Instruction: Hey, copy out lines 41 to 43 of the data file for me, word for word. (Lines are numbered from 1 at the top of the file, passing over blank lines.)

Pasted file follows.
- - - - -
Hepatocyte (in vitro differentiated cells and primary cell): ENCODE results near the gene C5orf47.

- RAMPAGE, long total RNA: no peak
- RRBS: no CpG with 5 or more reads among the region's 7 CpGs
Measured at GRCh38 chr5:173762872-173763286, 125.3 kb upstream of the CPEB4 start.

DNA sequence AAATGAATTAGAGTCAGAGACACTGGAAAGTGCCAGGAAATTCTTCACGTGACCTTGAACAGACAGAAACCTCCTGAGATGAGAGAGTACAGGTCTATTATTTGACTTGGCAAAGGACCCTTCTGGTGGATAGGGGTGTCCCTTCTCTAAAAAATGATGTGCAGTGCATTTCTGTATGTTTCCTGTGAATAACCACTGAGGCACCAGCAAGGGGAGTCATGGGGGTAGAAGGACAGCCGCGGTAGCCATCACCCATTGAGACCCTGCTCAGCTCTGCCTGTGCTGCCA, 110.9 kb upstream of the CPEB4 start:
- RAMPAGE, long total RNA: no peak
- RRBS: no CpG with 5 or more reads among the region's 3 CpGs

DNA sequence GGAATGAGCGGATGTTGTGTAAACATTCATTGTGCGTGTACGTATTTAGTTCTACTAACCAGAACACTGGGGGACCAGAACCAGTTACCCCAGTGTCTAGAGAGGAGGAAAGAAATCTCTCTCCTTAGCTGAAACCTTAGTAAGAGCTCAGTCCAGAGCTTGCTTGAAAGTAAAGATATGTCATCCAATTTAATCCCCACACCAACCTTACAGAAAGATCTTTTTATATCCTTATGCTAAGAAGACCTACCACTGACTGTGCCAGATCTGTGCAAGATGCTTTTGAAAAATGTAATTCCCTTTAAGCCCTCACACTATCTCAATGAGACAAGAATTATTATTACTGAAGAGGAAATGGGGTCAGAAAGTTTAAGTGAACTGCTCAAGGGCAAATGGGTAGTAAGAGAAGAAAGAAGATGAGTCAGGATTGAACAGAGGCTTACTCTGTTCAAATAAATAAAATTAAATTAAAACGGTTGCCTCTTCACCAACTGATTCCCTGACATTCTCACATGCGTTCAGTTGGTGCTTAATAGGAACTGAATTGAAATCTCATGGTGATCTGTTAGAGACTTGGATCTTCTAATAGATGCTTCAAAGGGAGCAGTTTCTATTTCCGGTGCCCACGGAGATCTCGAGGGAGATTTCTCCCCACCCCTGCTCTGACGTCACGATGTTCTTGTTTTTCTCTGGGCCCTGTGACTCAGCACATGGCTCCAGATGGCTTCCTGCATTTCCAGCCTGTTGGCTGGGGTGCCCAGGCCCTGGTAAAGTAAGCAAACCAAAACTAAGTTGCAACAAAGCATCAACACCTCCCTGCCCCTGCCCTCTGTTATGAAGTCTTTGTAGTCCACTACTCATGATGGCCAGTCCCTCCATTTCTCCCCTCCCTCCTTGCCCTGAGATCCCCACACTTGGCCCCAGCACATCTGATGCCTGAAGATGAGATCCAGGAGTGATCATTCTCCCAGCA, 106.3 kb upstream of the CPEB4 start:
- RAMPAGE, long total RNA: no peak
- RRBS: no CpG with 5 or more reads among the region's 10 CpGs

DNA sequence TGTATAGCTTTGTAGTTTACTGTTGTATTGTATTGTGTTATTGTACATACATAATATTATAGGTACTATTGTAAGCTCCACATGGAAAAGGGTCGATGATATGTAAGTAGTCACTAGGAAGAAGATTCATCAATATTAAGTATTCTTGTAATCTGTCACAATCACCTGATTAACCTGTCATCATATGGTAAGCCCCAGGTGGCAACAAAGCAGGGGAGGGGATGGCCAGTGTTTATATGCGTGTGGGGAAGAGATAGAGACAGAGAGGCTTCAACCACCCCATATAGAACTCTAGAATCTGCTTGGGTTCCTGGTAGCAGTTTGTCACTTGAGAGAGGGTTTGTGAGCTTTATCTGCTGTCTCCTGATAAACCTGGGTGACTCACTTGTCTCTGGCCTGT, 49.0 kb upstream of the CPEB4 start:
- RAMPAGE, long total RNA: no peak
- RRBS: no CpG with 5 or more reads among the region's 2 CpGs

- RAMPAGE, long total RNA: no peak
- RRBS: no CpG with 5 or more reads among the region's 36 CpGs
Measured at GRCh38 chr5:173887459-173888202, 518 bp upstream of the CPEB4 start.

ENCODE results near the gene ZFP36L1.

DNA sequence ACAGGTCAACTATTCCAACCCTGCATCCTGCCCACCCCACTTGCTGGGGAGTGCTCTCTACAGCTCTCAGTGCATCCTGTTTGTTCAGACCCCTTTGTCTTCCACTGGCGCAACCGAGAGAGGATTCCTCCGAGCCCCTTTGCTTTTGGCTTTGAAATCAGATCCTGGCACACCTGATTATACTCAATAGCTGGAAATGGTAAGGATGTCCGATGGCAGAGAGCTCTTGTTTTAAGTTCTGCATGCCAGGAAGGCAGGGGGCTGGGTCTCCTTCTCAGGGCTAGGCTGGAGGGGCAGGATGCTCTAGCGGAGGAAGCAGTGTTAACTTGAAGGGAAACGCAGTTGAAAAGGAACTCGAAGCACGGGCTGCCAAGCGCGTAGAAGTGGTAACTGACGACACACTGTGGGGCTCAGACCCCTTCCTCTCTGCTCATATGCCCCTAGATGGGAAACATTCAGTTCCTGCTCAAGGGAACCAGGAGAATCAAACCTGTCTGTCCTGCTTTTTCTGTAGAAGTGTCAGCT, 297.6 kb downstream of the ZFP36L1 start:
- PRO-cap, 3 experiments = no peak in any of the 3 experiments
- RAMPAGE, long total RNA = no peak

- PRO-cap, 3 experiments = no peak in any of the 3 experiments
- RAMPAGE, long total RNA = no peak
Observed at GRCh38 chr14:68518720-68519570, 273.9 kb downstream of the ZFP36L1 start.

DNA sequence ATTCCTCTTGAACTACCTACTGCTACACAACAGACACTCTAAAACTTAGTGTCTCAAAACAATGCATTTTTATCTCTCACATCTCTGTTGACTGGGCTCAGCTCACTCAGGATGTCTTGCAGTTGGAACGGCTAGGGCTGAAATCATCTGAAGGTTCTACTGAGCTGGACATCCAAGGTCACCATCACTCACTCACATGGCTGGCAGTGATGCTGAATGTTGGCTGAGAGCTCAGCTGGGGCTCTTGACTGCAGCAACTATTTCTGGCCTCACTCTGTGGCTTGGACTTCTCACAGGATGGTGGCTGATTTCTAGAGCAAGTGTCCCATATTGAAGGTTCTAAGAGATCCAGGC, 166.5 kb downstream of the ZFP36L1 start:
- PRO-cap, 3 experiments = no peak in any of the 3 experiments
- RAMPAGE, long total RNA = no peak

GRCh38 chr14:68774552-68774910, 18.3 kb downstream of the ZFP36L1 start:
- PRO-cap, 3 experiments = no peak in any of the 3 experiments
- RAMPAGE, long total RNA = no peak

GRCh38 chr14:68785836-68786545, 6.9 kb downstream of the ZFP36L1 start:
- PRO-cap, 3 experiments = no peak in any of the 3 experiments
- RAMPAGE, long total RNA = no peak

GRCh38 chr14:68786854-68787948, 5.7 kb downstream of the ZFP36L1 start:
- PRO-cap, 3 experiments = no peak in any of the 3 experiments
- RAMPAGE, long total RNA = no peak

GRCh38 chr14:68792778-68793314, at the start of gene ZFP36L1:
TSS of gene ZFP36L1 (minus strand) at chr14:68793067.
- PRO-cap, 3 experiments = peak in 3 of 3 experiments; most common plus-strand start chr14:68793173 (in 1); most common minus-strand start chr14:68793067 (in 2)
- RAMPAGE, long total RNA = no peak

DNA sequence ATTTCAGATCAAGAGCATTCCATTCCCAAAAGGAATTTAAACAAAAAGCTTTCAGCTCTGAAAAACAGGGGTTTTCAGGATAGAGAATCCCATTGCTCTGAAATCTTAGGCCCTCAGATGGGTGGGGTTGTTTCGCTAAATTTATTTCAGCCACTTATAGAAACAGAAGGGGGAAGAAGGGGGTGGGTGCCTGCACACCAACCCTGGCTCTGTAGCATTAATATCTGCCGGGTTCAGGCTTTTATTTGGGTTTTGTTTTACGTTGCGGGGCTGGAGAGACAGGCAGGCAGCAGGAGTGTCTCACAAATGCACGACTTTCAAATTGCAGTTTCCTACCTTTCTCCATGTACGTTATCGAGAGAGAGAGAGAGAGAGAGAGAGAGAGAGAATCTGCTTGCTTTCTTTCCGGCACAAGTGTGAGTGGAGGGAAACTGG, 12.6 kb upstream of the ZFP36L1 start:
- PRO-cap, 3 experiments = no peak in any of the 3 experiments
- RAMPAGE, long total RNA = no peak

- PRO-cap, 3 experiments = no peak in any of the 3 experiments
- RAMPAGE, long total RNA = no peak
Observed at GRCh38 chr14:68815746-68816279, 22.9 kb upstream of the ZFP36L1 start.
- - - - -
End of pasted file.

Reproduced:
- PRO-cap, 3 experiments = no peak in any of the 3 experiments
- RAMPAGE, long total RNA = no peak

- PRO-cap, 3 experiments = no peak in any of the 3 experiments